If that be the precursor, the General heading the army would indeed be imprudent to ignore both these facets. In the recent past a number of accusations relating to Pakistan’s nexus with terror outfits have been made, notably in the US. This is threatening to the notion of Pakistan continuing to extract funds based on fallacy and may spell the beginning of its economic breakdown. Hence it was of utmost importance to project to the world that a lawful system based on civilian control was in place and is the basis of any decision. The decision to not grant an extension to General Raheel Sharif, and thereafter appoint an innocuous General as Chief, meets this requirement beautifully. After all, perception management has been taught in the Pakistani military establishment since 1949!
Nawaz Sharif would also have to look in to the internal political dimensions to retain his tenuous hold on power. The Balochi antecedents of the General help him to keep a lid on Baloch insurgency and opinion. The fact that he is a Punjabi Muslim helps. In order to keep the military on board it certainly makes sense to have a pliable Chief of Army.
With all these factors in mind, the appointment of Chief seems to be very well orchestrated. Along with that comes the question of what the General’s own views portend. As mentioned earlier, he has expressed the need to keep army from intruding in to civilian space. As per reports in the Pakistani media, he has also remarked on terror being a greater threat than India. Both these statements are as politically correct as can be. There has been growing clamour for Pakistan to adhere to democracy and institute measures for the supremacy of civilian control over its military establishment. Links to the terror machinery across the globe having been immutably affiliated to Pakistan, it has been stridently demanded that the country take punitive action against the perpetrators of terror operating from its soil. So a Chief of Army making just these two policy oriented acknowledgements might well be too politically correct to be true.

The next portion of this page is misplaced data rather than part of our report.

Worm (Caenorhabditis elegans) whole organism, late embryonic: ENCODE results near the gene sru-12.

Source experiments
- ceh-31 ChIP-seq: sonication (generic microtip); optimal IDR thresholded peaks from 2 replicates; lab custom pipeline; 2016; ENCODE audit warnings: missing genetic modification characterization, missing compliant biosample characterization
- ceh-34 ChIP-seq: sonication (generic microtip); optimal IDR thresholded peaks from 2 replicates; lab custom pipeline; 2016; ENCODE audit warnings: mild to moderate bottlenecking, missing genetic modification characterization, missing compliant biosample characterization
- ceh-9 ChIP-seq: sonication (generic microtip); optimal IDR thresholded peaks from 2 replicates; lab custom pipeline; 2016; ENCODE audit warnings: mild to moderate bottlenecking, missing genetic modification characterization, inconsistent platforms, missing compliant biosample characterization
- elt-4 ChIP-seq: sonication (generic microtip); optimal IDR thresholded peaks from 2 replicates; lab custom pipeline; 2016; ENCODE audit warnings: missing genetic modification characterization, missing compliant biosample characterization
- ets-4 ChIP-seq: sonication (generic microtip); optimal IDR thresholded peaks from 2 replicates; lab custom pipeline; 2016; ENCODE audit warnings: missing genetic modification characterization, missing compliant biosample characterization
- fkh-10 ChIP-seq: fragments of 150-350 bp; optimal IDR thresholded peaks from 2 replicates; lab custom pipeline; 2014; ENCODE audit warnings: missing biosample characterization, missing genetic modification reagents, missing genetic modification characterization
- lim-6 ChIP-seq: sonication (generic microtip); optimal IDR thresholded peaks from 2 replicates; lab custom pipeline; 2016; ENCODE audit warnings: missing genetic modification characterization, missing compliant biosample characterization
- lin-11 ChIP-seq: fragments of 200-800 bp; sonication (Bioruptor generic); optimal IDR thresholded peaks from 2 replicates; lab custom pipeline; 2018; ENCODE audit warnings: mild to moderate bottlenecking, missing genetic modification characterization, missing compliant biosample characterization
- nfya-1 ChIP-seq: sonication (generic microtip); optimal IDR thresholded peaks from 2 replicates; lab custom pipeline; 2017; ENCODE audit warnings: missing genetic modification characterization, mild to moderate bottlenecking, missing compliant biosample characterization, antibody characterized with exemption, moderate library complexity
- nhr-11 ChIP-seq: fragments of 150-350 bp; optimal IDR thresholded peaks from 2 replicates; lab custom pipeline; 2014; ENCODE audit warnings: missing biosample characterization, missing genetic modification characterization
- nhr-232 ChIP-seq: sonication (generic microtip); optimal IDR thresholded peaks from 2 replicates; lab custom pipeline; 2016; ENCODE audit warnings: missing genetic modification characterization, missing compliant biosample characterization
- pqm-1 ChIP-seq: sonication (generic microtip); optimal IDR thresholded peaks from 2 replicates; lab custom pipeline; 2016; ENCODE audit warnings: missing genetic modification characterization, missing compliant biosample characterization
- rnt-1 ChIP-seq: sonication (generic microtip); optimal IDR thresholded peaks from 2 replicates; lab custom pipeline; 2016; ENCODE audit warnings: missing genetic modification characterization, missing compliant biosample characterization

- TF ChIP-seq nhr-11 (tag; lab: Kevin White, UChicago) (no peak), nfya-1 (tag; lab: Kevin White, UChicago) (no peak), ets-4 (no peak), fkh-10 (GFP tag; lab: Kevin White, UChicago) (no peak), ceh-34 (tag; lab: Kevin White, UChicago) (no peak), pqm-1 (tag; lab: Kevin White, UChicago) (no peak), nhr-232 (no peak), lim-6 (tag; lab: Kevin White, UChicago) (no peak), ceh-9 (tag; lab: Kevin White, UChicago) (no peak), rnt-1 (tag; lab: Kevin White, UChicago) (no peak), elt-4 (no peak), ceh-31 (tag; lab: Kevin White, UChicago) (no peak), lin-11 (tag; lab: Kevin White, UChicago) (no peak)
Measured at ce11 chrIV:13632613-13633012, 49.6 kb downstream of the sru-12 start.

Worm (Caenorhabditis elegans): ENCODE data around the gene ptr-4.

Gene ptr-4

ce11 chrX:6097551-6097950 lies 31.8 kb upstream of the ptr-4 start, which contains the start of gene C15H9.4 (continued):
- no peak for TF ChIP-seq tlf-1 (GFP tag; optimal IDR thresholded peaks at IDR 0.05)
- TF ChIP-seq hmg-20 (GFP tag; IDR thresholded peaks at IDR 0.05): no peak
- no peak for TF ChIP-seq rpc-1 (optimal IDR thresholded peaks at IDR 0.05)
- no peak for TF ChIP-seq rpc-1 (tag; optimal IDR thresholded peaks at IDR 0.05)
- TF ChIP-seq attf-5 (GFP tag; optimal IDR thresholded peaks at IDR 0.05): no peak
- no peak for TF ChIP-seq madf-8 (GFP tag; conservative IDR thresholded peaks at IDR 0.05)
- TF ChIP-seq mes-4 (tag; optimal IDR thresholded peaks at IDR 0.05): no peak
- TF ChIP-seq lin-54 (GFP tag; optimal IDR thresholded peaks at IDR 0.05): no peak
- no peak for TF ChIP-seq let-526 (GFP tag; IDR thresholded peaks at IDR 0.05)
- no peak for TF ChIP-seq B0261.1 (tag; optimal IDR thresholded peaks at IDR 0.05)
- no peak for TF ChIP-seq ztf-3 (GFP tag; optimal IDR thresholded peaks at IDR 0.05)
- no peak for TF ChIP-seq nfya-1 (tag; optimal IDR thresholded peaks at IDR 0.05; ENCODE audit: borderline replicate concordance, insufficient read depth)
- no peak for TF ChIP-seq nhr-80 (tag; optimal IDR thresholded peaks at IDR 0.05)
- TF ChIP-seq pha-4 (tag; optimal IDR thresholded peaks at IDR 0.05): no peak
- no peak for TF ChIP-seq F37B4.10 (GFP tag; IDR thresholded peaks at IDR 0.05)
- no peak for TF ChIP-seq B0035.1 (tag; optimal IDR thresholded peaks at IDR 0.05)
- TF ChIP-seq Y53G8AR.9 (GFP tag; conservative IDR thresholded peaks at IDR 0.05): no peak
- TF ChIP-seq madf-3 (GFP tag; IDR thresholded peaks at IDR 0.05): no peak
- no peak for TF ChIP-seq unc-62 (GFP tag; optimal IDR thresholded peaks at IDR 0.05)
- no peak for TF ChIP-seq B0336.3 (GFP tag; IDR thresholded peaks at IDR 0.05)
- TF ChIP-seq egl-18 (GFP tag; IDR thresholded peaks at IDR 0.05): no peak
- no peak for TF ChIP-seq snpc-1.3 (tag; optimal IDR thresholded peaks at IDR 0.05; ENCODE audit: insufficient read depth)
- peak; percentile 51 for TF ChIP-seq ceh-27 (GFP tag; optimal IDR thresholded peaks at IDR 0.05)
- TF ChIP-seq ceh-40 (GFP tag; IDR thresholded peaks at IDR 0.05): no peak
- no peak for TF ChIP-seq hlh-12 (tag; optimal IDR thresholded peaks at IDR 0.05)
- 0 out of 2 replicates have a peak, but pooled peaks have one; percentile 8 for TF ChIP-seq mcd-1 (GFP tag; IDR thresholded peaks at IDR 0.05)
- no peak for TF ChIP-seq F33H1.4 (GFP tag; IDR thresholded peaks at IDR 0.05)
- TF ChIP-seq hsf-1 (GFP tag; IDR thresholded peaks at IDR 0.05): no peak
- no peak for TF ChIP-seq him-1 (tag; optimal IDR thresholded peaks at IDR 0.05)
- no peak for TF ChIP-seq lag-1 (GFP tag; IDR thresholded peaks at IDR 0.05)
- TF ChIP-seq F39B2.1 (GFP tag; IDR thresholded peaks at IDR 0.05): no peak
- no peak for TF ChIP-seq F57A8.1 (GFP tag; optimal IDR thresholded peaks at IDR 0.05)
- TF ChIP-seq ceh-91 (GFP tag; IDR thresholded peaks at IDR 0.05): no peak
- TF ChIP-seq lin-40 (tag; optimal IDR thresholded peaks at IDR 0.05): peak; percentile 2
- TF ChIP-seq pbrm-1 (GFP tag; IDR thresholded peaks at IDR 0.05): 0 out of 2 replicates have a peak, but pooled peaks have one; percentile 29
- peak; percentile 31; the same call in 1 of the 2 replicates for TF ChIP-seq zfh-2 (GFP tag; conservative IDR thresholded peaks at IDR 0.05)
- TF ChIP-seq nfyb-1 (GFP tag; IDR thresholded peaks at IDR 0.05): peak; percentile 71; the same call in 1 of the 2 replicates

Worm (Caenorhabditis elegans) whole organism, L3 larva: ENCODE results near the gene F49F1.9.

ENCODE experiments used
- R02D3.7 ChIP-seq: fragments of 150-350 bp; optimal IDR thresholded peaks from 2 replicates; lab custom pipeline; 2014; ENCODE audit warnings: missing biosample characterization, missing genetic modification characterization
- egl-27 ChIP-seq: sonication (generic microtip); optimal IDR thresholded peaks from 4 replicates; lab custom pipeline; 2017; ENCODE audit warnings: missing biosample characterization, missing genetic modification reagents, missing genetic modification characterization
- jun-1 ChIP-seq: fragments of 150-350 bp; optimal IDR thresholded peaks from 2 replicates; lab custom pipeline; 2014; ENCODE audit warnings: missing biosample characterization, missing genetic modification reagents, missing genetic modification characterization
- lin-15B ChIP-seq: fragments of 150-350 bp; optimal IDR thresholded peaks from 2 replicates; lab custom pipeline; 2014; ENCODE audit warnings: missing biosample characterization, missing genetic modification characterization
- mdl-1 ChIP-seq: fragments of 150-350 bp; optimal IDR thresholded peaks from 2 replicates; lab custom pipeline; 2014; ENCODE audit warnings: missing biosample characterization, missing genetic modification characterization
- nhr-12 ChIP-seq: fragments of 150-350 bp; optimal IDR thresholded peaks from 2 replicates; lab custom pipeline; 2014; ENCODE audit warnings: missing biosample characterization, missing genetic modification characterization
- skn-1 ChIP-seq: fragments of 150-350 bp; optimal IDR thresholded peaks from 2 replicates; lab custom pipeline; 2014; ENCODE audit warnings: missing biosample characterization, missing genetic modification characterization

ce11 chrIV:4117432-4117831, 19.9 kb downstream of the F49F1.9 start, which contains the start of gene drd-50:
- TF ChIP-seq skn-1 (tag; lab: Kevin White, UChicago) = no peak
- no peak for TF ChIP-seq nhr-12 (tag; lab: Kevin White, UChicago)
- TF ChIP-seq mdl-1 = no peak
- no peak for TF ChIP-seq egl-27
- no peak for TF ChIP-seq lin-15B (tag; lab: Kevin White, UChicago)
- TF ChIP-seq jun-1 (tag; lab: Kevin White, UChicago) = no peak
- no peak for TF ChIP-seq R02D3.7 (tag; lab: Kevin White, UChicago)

Again reverting to the raison-detre of the Pakistani state, its territorial dispute with India, General Bajwa is not going to make any meaningful departure from the cause. To keep the Indian behemoth bleeding, Pakistan has no alternative but to continue its strategy of ‘a thousand cuts’; hence, export of terror will not change as an instrument of state policy. Add to that the dimension of an increasingly radicalized Islam. Pakistan will continue to protect terror outfits operating from its soil and it will also keep on paying lip service to the ‘war against terror’. It would take an erudite intelligentsia across the globe to recognize intentions and institute rational and cognitive steps to stop that.
And while the General may seem relatively meek at the moment, it would be prudent to remember the appointment of General Pervez Musharraf. History might repeat itself at some time in the near future.